Wasim Akram admits to developing a cocaine addiction post retirement

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30 Oct 2022 | 03:05 AM
authorAnirudh Suresh

Wasim Akram admits to developing a cocaine addiction post retirement

The 56-year-old has opened up about the same in his upcoming autobiography 'Sultan: A Memoir.'

Former Pakistan skipper Wasim Akram has revealed in his upcoming autobiography ‘Sultan: A Memoir’ that he developed a concerning cocaine addiction post his playing days which, according to him, carried on for years before it ended after the death of his first wife Huma in 2009.

Pakistan's leading wicket-taker in both Test and ODI cricket, Akram continued to travel around the world post his retirement in 2003, and he revealed that the habit started when he started to crave a "a substitute for the adrenaline rush of competition".

“I liked to indulge myself; I liked to party. The culture of fame in south Asia is all consuming, seductive and corrupting. You can go to ten parties a night, and some do. And it took its toll on me. My devices turned into vices.

“Worst of all, I developed a dependence on cocaine. It started innocuously enough when I was offered a line at a party in England; my use grew steadily more serious, to the point that I felt I needed it to function,” Akram wrote in his book, according to The Times.

“It made me volatile. It made me deceptive. Huma, I know, was often lonely in this time . . . she would talk of her desire to move to Karachi, to be nearer her parents and siblings. I was reluctant. Why? Partly because I liked going to Karachi on my own, pretending it was work when it was actually about partying, often for days at a time.”

The 56-year-old revealed that his addiction got so bad at one point that he could neither eat or sleep. Akram said that he admitted he needed help when his wife found out about his addiction, discovering a packet of cocaine in his wallet.

“Huma eventually found me out, discovering a packet of cocaine in my wallet . . . ‘You need help.’ I agreed. It was getting out of hand. I couldn’t control it. One line would become two, two would become four; four would become a gram, a gram would become two. I could not sleep. I could not eat. 

“I grew inattentive to my diabetes, which caused me headaches and mood swings. Like a lot of addicts, part of me welcomed discovery: the secrecy had been exhausting.”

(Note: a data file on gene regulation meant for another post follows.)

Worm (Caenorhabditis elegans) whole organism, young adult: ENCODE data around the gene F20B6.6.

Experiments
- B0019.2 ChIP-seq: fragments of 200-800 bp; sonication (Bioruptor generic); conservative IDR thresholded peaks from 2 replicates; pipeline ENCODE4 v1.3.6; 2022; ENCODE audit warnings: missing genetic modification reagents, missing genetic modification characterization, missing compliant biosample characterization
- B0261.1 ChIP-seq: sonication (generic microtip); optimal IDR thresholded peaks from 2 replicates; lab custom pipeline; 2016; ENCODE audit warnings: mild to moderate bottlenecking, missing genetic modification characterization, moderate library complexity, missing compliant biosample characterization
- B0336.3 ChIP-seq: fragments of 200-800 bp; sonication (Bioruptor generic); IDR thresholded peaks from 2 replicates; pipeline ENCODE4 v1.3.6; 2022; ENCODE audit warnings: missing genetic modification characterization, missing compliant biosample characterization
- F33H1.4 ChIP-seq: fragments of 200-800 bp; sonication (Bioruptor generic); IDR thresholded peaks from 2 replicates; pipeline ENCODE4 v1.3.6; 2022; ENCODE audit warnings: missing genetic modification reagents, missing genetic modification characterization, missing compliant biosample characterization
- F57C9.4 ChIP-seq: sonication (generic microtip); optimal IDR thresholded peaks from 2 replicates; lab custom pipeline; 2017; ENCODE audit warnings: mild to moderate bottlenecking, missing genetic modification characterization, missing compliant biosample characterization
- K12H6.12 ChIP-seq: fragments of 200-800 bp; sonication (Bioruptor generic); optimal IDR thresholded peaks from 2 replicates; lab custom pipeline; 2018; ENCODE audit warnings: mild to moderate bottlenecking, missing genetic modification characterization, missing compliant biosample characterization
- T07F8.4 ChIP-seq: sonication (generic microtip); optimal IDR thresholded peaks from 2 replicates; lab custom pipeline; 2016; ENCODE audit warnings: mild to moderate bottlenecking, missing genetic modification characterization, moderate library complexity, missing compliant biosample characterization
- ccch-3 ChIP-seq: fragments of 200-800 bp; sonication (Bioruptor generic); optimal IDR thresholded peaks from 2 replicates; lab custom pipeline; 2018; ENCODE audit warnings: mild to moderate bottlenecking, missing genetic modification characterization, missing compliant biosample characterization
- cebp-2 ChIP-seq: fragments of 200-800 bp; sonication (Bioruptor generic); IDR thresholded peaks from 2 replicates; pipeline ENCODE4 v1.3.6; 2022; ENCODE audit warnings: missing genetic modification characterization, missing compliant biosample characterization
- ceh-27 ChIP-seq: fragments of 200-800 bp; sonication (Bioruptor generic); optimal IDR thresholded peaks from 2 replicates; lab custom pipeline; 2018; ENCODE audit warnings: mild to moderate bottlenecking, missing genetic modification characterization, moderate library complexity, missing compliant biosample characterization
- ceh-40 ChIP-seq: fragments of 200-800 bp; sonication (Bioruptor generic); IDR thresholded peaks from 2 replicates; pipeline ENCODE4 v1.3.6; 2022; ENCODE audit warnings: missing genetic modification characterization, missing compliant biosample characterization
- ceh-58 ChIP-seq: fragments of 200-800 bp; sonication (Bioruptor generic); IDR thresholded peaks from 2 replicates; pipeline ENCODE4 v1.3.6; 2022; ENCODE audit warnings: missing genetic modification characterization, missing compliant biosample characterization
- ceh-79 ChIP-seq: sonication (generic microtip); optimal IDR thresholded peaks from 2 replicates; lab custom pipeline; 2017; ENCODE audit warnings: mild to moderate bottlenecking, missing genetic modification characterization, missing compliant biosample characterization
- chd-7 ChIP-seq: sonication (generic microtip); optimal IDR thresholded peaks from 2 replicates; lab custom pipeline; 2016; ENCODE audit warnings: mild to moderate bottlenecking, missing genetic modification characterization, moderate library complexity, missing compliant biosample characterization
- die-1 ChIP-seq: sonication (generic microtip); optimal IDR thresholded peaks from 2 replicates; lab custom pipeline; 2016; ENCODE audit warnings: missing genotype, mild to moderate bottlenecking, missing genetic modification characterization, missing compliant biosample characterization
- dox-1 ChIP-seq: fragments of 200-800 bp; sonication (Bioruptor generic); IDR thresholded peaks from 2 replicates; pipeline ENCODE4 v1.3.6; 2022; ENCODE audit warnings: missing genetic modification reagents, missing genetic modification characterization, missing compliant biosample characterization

Akram said that he went to rehab but revealed that the experience proved traumatic. Rehab, according to him, was ‘horrible’ and left a scar on him.

 “Movies conjure up an image of rehab as a caring, nurturing environment. This facility was brutal: a bare building with five cells, a meeting room and a kitchen. The doctor was a complete con man, who worked primarily on manipulating families rather than treating patients, on separating relatives from money rather than users from drugs.

“The treatment was essentially sedation, with fistfuls of tablets to take in the morning and evening, coupled with lectures and prayer. I felt lethargic. I gained weight. For an hour a day I wandered round our little exercise yard like a zombie . . . I screamed at my wife. ‘I’ve got to get out of here.’ 

“It was horrible. That scarred me for a bit . . . when people keep you against your will that pisses you off.”

But the traumatic rehab experience did not stop Akram from starting to use the substance again. He said that he fell victim to old habits again during the Champions Trophy in 2009.

 “Try as I might, part of me was still smouldering inside about the indignity of what I’d been put through. My pride was hurt, and the lure of my lifestyle remained. I briefly contemplated divorce. I settled for heading to the 2009 ICC Champions Trophy where, out from under Huma’s daily scrutiny, I started using again.”

However, Akram would end up giving up cocaine and drugs once and for all following the tragic death of his first wife Huma, who died from a rare fungal infection called mucormycosis.

“Huma’s last selfless, unconscious act was curing me of my drug problem. That way of life was over, and I have never looked back.”

The autobiography is expected to be released in the next month and a half, and Akram said that he's doing it  'just to put my side of the story.' 

“I’m a bit anxious about the book,” he said.

“But I think once it is out, I’ll be kind of over it. I’m anxious because at my age, I’m 56 and I’ve been diabetic for 25 years, it is just stress, you know . . . it was tough to revisit all the things. I’ve done it for my two boys, who are 25 and 21, and my seven-year-old daughter, just to put my side of the story.”

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